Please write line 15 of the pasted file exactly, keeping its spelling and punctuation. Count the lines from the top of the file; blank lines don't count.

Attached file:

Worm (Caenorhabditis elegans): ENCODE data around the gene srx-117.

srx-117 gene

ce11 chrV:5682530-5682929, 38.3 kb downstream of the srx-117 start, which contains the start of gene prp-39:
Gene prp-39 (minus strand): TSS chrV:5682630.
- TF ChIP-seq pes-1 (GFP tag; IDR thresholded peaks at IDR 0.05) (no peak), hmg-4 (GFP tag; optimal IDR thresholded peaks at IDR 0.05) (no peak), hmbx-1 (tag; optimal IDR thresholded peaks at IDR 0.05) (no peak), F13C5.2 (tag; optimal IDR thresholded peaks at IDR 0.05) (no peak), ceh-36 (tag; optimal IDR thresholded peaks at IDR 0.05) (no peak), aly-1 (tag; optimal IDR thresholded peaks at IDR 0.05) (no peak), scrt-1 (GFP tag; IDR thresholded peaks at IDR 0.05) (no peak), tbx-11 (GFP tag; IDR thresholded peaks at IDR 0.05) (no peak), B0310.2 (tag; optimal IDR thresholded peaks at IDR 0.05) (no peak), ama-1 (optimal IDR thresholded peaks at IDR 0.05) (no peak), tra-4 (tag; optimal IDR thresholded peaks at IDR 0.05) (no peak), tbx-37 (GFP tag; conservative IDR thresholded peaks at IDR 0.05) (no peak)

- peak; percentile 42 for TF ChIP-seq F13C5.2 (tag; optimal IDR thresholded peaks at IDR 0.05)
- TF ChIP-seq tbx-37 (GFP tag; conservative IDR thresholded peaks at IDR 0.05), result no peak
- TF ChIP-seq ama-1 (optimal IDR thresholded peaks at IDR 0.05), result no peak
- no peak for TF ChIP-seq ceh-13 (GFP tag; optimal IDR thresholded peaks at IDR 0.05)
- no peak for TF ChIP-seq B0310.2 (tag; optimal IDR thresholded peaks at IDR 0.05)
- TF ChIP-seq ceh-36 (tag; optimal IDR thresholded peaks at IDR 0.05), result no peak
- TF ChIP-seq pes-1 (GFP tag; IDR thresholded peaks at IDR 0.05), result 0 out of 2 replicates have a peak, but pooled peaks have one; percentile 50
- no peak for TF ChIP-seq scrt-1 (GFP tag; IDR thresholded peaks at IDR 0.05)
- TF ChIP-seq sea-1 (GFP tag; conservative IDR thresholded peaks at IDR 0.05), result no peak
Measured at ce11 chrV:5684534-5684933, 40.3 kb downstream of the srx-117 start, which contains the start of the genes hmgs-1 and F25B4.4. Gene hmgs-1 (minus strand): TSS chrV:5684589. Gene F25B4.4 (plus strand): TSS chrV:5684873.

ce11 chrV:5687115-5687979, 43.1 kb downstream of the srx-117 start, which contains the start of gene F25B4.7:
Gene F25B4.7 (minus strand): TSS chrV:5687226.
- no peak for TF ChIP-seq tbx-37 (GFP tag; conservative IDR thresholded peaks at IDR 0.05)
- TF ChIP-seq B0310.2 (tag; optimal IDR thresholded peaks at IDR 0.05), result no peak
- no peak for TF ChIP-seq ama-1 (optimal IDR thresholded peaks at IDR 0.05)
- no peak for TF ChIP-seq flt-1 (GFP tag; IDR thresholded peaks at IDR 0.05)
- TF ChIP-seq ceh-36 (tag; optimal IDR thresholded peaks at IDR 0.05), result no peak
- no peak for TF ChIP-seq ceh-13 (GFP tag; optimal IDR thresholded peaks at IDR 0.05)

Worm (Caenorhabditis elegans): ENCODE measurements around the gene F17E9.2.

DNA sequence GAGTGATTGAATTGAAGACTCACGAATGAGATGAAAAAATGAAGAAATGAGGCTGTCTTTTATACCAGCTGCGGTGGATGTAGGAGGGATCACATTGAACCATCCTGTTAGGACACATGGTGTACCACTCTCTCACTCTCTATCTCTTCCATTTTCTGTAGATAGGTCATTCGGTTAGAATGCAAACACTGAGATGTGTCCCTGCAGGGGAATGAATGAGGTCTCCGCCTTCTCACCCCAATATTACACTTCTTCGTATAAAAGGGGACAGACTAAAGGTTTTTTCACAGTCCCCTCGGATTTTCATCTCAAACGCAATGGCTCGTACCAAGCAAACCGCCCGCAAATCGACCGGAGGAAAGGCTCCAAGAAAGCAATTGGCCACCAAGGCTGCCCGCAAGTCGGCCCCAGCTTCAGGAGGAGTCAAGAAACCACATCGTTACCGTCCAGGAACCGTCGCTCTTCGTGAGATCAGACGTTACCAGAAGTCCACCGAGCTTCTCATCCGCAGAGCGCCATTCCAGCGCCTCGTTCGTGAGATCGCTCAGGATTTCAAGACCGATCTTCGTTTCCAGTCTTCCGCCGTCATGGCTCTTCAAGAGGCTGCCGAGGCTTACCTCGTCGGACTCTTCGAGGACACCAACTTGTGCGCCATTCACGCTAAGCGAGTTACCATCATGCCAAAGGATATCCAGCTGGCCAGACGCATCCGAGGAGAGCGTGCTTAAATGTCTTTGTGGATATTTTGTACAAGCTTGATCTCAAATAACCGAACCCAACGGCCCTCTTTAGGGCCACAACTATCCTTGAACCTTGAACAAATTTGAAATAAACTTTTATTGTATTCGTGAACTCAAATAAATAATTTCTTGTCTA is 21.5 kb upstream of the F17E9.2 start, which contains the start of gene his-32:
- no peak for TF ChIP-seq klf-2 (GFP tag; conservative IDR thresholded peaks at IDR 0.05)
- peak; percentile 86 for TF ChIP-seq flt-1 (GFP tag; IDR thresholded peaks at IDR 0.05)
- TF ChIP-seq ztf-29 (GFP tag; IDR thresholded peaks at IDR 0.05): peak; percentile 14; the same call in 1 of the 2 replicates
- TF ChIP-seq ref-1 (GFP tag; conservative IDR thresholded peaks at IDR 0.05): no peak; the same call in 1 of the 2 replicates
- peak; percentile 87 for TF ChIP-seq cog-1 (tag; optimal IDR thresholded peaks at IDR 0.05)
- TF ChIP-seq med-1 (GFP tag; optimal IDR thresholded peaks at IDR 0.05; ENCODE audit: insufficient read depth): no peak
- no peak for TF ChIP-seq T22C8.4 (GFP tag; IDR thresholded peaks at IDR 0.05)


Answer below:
Measured at ce11 chrV:5684534-5684933, 40.3 kb downstream of the srx-117 start, which contains the start of the genes hmgs-1 and F25B4.4. Gene hmgs-1 (minus strand): TSS chrV:5684589. Gene F25B4.4 (plus strand): TSS chrV:5684873.